High flow for river health

By Country News on July 18, 2017
  • High flow for river health

    Supporting river health . . . Goulburn Broken CMA waterways manager Jim Castles.

Shepparton residents would have noticed the Goulburn River has been running higher than usual during the past couple of weeks as environmental flows take effect.

Goulburn Broken Catchment Management Authority environmental water manager Simon Casanelia said the river flow was actually decreasing now after a release from Goulburn Weir on June 20, which peaked about 9000Ml/day at Shepparton on July 2.

Flow will return to normal base flow levels — 800 to 900Ml/day — by the end of the month.

River users in the Echuca district and downstream would have noticed the Murray River was rising as environmental water entered from the Goulburn River.

Mr Casanelia said the release was necessary to keep the environment healthy.

‘‘As much of the rain and run-off into the Goulburn River is now captured in the dams and used to supply towns, industry and farms, the amount of water flowing down the river in winter and spring has reduced.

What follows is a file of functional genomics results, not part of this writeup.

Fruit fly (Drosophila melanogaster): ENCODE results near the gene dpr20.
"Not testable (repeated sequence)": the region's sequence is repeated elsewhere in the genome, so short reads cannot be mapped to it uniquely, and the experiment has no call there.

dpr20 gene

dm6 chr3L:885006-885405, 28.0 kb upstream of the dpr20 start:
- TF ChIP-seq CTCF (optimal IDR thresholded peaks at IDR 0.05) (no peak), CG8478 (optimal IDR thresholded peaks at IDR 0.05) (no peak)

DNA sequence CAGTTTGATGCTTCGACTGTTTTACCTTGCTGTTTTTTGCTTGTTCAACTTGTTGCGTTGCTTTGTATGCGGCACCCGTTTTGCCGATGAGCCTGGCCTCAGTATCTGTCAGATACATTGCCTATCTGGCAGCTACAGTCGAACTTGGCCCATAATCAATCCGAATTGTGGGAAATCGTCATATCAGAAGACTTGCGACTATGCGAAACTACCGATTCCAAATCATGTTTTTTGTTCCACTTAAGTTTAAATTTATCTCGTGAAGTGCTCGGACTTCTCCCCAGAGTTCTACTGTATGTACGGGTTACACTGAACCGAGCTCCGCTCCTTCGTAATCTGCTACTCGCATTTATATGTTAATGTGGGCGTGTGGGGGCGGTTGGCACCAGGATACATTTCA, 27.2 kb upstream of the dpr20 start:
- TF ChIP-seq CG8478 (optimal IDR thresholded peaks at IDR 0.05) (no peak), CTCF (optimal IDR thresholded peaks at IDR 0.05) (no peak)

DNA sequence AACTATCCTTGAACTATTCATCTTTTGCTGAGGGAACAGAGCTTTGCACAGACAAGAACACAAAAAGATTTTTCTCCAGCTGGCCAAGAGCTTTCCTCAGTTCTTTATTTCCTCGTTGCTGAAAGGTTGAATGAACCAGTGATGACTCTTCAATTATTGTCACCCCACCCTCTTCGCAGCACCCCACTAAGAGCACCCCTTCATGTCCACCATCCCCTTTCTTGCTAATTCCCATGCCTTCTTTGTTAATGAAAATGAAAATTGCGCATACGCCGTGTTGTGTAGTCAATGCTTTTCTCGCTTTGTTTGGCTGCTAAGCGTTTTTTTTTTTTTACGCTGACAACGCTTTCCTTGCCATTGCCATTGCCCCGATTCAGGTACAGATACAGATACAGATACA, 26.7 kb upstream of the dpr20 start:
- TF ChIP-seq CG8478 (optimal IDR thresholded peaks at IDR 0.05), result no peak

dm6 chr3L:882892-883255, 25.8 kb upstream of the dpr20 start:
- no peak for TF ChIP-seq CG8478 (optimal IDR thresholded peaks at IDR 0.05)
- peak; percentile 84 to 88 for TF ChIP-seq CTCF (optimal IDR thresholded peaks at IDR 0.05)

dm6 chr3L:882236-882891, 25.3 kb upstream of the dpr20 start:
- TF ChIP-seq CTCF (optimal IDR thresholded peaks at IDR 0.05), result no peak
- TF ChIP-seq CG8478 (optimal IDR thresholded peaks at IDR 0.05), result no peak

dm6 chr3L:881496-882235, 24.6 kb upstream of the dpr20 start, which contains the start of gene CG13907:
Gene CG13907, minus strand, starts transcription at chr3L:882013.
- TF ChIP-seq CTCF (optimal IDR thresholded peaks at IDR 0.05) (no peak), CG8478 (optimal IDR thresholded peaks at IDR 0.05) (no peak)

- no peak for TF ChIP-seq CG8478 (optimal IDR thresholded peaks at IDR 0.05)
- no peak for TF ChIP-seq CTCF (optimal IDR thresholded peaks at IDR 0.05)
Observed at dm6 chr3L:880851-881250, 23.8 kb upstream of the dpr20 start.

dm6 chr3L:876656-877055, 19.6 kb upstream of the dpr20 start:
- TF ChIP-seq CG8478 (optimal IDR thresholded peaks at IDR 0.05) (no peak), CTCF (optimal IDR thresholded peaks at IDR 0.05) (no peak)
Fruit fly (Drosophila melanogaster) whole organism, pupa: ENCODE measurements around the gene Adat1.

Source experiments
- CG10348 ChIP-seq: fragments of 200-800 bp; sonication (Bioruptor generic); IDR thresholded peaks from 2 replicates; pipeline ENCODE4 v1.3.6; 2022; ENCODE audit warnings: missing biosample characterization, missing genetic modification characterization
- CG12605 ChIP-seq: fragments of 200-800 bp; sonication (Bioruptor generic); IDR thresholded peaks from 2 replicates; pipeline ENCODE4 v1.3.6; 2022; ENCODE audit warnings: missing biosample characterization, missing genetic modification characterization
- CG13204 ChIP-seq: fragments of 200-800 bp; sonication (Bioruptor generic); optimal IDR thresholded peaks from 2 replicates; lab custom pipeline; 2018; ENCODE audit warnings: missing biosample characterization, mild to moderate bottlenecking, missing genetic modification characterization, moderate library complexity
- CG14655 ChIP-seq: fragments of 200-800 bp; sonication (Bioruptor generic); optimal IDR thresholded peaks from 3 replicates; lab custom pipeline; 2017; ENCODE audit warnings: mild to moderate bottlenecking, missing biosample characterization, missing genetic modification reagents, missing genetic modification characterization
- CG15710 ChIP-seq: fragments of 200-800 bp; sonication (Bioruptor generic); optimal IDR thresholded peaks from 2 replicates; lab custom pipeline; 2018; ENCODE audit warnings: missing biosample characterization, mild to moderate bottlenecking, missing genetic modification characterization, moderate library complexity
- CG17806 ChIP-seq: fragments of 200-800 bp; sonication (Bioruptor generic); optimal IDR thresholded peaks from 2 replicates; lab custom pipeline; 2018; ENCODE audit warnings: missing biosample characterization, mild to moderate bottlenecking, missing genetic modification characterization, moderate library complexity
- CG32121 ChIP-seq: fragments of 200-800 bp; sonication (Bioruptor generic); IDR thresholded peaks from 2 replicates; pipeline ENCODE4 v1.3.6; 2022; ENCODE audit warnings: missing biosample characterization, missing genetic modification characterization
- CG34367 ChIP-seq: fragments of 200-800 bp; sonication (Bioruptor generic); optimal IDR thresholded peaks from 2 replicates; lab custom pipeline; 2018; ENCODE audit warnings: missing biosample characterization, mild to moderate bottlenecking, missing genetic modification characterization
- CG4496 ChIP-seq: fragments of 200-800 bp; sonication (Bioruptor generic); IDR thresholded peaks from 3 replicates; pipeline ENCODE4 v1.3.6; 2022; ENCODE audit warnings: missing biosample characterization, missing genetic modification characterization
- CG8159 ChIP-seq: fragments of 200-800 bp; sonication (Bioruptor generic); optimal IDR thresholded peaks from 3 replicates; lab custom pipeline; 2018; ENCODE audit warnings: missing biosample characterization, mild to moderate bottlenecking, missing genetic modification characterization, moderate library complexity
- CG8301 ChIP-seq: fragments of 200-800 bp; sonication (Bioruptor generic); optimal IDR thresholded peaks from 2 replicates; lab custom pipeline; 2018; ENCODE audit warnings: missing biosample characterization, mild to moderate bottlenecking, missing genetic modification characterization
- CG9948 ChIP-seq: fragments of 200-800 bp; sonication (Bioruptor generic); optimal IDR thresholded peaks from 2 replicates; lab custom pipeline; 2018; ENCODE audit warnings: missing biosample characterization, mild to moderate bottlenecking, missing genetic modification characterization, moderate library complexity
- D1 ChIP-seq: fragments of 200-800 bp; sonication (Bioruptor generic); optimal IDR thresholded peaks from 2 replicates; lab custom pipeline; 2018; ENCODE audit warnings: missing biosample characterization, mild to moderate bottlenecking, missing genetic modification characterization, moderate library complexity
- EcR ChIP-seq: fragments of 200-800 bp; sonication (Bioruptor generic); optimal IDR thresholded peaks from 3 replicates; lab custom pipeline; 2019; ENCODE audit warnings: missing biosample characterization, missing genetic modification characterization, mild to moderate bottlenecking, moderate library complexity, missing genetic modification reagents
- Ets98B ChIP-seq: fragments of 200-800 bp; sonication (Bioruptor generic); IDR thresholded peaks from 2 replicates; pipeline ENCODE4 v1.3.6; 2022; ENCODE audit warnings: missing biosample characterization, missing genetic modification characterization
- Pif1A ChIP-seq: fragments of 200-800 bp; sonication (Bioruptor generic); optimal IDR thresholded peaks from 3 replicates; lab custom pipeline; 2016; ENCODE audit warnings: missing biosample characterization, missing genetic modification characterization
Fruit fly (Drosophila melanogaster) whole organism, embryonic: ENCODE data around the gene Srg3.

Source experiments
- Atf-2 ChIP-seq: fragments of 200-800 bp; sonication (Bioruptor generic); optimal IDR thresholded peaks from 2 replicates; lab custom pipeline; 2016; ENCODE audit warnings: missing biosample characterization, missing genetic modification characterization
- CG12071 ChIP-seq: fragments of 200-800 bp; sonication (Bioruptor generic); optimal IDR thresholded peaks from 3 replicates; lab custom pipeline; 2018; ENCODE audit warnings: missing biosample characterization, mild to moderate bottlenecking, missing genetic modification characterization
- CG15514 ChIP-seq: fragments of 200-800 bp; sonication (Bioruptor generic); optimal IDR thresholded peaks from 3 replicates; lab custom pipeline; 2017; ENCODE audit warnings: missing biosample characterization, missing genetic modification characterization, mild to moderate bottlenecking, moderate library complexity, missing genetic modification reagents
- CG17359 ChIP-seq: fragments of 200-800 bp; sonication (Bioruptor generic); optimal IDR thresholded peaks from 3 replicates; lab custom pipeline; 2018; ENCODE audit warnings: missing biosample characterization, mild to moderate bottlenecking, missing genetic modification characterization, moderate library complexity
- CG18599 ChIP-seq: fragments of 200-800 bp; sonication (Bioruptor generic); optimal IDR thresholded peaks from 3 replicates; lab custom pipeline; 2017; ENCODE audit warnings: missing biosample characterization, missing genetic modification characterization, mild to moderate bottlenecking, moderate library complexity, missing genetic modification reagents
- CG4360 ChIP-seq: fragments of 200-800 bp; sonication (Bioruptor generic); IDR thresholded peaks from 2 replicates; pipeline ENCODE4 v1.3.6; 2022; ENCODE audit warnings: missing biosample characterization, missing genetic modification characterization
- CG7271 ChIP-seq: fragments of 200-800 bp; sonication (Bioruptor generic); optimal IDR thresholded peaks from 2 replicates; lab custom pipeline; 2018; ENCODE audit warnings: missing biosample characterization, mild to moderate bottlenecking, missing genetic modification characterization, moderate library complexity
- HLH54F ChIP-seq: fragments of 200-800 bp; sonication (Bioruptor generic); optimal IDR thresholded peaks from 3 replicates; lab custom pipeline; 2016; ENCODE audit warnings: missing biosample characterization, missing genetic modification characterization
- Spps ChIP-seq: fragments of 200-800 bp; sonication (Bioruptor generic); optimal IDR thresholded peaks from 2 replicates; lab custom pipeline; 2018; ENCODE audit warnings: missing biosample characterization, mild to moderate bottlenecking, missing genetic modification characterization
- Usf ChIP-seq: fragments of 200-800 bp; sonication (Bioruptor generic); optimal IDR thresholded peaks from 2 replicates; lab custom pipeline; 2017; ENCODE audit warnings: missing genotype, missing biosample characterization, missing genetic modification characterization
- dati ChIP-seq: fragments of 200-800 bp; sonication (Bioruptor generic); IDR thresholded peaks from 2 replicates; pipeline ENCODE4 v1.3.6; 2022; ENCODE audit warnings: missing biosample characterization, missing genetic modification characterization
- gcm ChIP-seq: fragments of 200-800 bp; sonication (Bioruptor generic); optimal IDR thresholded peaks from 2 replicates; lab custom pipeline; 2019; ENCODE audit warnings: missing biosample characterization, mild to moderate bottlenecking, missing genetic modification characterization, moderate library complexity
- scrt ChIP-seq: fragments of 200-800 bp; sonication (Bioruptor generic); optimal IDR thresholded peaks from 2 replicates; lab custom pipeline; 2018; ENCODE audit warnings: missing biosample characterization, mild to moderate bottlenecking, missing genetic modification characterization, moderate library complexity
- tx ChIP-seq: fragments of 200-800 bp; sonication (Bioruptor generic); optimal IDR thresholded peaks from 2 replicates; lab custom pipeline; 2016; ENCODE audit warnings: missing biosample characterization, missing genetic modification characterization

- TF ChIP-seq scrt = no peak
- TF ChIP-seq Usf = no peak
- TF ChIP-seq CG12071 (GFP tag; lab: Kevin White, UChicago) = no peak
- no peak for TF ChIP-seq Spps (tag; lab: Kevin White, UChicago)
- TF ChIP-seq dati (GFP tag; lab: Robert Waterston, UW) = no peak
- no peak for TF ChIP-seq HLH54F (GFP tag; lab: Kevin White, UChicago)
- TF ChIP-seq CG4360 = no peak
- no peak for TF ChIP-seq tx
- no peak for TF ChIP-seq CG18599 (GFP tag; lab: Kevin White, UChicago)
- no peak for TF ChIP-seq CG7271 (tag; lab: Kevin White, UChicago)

‘‘It also means the river flows higher and faster in the hotter months of the year when communities require more water, which is the opposite of what would happen if there were no dams and weirs.

‘‘These changes have affected the health and survival of native plants and animals, so we’re giving nature a helping hand and delivering environmental water at this time of the year to mimic more natural flow conditions,’’ he said.

The increase in river height was well below minor flood level — 9m at Murchison and 9.5m at Shepparton.

Mr Casanelia said the flow would also help bank-stabilising plant growth on the lower banks of the lower Goulburn River.

‘‘Recent monitoring shows that the river banks held up fairly well during the natural floods we experienced late last year,’’ he said.

‘‘This was due to the ‘right’ types of native plants starting to establish and spread, thanks to environmental flows delivered during the past few years.’’

He said the extra water would also improve water quality and provide food and shelter for waterbugs and native fish.

‘‘Improved water quality will help crayfish, shrimps, water bugs and native fish continue to recover after the naturally occurring blackwater event that occurred earlier this year after a summer storm,’’ Mr Casanelia said.

The timing of the environmental flows takes into consideration delivery orders by irrigators and other water users and feedback from the community via the Goulburn Broken CMA’s environmental water advisory groups.

■To find out more about environmental flows and the purpose of them, go to www.gbcma.vic.gov.au

By Country News on July 18, 2017

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